Something New

One of Us Knows by Alyssa Cole

Longtime queen of romance Alyssa Cole branched out into thrillers with 2020’s When No One Is Watching, and it’s so exciting to see her back with another. In her latest, we meet Kenetria Nash six years after the breakdown that led to her being diagnosed with dissociative identity disorder (formerly known as multiple personality disorder), as one of her long-dormant identities comes to the forefront. Kenetria has taken a job managing a historic Hudson estate, but when she arrives at this place she thought she’d never been, she realizes the castle looks exactly like the one that houses the “headmates” in her mind. A storm hits; a ghost appears; an ex shows up; danger ensues. It’s an eerie, juicy psychological thriller that explores trauma and survival, refusing to reduce the protagonist’s disorder to a gimmick.

The Husbands by Holly Gramazio

One day in London, a strange man descends from the attic in 20-something Lauren’s apartment, and he, along with everyone she knows, insists he is her husband. When he goes back up a few days later, and a new husband comes down, Lauren’s baffling new reality comes into full focus. Each husband carries a whole history, changing the lives of not only Lauren but also everyone she knows, and as years and hundreds of these men pass by, Lauren travels through confusion, detached amusement, boredom, grief, and fear. Somehow the cycle never gets old. The concept is bonkers, but, crucially, Gramazio is able to bring it down to earth with humor and fully fleshed-out emotions. Each brief relationship — and one unexpected friendship — has gravity and serious existential consequences. And what joy it is, in a world of remakes and retrodden plots, to find a story that is so truly unexpected! As I listened to the audiobook, I couldn’t stop thinking: How on earth did someone come up with this? And if it were me, if it were my series of stranger husbands, what would I do?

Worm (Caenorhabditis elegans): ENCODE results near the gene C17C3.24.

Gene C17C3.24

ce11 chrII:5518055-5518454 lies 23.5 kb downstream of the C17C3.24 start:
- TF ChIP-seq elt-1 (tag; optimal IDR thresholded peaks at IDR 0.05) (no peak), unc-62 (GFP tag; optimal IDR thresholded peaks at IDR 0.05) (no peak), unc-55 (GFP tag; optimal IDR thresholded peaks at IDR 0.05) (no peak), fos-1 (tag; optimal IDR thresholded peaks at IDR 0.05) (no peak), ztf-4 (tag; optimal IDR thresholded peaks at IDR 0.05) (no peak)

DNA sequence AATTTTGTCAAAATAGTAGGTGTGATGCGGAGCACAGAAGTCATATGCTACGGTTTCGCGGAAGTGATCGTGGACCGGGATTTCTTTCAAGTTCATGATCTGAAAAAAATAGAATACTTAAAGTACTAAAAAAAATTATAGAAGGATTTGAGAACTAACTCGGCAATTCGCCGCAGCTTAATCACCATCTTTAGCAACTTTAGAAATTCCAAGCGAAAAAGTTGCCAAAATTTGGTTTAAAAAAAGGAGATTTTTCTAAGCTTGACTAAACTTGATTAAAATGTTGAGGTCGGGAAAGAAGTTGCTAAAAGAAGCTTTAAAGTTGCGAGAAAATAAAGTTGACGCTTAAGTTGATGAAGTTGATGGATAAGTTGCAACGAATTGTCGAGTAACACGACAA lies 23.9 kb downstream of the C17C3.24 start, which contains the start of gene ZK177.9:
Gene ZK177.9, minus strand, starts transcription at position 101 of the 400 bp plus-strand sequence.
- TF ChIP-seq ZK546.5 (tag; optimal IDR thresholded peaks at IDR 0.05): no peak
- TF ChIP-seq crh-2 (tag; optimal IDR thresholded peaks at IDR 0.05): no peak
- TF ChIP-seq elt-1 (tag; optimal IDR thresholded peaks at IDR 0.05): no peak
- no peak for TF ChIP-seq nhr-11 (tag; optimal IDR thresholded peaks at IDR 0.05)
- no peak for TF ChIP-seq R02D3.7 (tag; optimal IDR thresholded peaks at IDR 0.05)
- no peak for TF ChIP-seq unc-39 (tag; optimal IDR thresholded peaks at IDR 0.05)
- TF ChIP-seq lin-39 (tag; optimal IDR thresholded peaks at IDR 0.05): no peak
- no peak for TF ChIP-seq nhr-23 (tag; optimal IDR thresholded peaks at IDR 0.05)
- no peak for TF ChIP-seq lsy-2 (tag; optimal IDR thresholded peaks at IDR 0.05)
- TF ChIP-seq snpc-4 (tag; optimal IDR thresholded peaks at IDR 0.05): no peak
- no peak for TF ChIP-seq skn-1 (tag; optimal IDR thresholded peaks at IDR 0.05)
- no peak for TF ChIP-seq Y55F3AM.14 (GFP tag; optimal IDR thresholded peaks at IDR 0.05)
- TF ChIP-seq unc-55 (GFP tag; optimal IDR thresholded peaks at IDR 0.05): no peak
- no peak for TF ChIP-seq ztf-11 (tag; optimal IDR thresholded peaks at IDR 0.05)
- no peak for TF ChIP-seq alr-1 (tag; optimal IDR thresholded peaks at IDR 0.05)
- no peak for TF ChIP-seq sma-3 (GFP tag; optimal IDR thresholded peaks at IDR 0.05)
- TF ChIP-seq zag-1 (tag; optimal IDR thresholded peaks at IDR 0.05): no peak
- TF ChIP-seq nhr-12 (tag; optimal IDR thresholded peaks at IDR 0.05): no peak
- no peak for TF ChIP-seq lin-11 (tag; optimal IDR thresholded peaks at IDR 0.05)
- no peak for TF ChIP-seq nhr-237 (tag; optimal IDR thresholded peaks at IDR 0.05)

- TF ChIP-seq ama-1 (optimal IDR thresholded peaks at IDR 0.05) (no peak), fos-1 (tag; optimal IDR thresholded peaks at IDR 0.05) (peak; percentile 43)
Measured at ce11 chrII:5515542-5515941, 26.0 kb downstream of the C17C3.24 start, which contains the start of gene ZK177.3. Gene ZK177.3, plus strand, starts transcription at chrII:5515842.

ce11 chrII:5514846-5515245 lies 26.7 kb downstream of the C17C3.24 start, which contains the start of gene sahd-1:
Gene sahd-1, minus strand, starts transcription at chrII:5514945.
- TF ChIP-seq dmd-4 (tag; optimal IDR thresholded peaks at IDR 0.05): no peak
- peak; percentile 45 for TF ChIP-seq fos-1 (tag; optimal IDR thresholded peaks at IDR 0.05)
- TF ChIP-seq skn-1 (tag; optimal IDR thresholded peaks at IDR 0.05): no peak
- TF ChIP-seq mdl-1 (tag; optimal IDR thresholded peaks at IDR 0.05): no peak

I Cheerfully Refuse by Leif Enger

Enger’s modern epic follows Rainy, a musician in an environmentally and politically dystopian future. Grieving for his recently deceased wife, Rainy sets sail on Lake Superior in search of a mysterious island where the dead are said to live, and where his bookseller wife once thought she spotted a legendary but long-deceased writer. The story clearly borrows from the Greek myth of Orpheus and Eurydice, in which an enchanting lyre player follows his wife into Hades, but his larger-than-life misadventures also evoke Odysseus, Don Quixote, and Gulliver. It’s a book that loves books (the title is the name of a never-published manuscript by the above-mentioned writer, lost amid the collapse of the publishing industry) and the many literary references underscore a timely theme: the vital, transformative power of books, especially as weapons against willful ignorance.

Something Out of the Blue

The Book of Imaginary Beings by Jorge Luis Borges

I’ve loved this book — a compendium of 116 fantastical creatures from around the world — for years, but I’ve recently started sharing the less-creepy entries with my 4-year-old. Borges’ descriptions of the familiar (centaurs, elves) and lesser-known (the alarming half lion–half ant mermecolion) are brief but vivid and thoroughly researched, and the 2005 edition’s whimsical illustrations bring the words to life. It’s perfect for dipping into randomly, whenever the mood strikes.